OK, I was supposed to post this yesterday, but I got a little sidetracked. But good thing I waited a bit, because I’ve got a TON of share with you today! But let’s not get ahead of ourselves too much.

First off, CHILBLANE posted the following picture over in The Research Sector on the PA! Discord, which in turn came from a reddit post discussing the picture which had originated on 4chan/vp/. While the reddit post kinda goes off on a tangent and covers stuff which I don’t think has any relevancy, it DOES at least give us a good starting point for further discussion. That said, lemme share the image first; it’s a sort of extension of the obvious reference to Team Galactic that I’m sure everyone noticed right away:

Oh, oh yeah, here’s the picture CHILBLANE posted:

(If anyone has any info or a source on who drew this, please let me know so I can credit them!)

Anyways, clearly this ties into the starters you get, which initially seemed to be an odd choice—like, if this is supposed to be about Feudal Japan, why are there two foreign Pokémon as your starters (one from Unova, the other from Alola, both representing the United States)—but now seems to make a bit of sense.

So as the reddit post goes, seeing as the Sinnoh Region is based on the real-world Japanese island of Hokkaido and PLA appears to take place in a more feudal era of Japanese history, it might just be that the story will focus on the Pokémon World’s version of the history of how the Tokugawa Shogunate (represented by Johto and Kanto) colonized the island of Hokkaido (Sinnoh). But more importantly, this colonization period of Hokkaido (Sinnoh) occurred around 1855-1858, and that desire to colonize was hastened by the relatively recent visit by the Americans (Unova), specifically Commodore Perry and his “Black Ships” in 1853, who forced Japan to realize that there’s a whole world of people out there who want to do things with or without the Japanese, so they can’t be isolated any more.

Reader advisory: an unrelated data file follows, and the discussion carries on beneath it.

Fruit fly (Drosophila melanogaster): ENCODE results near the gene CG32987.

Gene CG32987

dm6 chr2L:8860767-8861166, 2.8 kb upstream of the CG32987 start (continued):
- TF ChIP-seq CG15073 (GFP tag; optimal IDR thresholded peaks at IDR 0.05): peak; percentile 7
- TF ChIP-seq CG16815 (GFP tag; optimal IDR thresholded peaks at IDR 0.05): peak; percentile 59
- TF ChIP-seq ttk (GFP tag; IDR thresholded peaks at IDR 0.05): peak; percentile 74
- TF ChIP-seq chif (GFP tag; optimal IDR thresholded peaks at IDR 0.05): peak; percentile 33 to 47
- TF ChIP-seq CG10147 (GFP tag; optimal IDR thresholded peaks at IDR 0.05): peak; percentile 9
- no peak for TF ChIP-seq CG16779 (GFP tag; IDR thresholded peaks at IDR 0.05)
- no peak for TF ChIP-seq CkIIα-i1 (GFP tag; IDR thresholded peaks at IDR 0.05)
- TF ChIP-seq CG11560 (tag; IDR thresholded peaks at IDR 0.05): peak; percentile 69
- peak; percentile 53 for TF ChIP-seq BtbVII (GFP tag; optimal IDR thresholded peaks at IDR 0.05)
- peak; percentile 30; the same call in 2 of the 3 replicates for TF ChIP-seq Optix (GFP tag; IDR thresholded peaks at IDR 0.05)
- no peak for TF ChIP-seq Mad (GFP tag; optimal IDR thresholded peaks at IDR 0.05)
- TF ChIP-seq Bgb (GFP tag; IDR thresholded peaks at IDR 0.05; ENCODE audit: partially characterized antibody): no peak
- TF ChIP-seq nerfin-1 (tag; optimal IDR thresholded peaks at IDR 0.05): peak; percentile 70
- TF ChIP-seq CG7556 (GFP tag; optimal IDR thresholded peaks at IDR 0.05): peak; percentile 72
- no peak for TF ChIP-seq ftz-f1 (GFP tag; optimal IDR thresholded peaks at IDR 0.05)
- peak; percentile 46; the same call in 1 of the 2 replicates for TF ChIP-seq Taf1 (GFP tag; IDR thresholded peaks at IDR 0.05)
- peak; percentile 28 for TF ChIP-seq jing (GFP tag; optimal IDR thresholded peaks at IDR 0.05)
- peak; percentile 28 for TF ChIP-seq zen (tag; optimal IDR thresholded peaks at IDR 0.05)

Now when I say “forced”, I’d say it was one part “intervention” (like when your friends and family corner you and say “stop being such an asshole!”) and one part “do it or else we’ll blow you to pieces”. Of course the American’s were only doing this just because they wanted to make sure the world didn’t fall under British and French (aka not-America) influence, but little would they have known the long term effects that this bit of gunboat diplomacy would have on Japan’s future. Going back a bit, one of the immediate short term effects was getting the Tokugawa Shogunate to realize that that someone else—maybe the Russians—would try to take over Hokkaido, and they weren’t too hot on that idea, so they figured that it’d be best if they did it. Incidentally, another short term effect of all this was would be the Boshin War (~1868-1869); turns out that the Shogunate’s days were proving to be very numbered, and so barely 10 years had passed before the weakening Shogunate and the strengthing Emperor started fighting over who would control the future of Japan. Now what was left of the Tokugawa Shogunate and their supporters fled to Hokkaido and set up the “Republic of Ezo” in an attempt to hold out against the rising tide of history. Well surprise-surprise, it didn’t last, with the Battle of Hakodate (below) being one of the last decisive battles against the remnants of the Shogunate.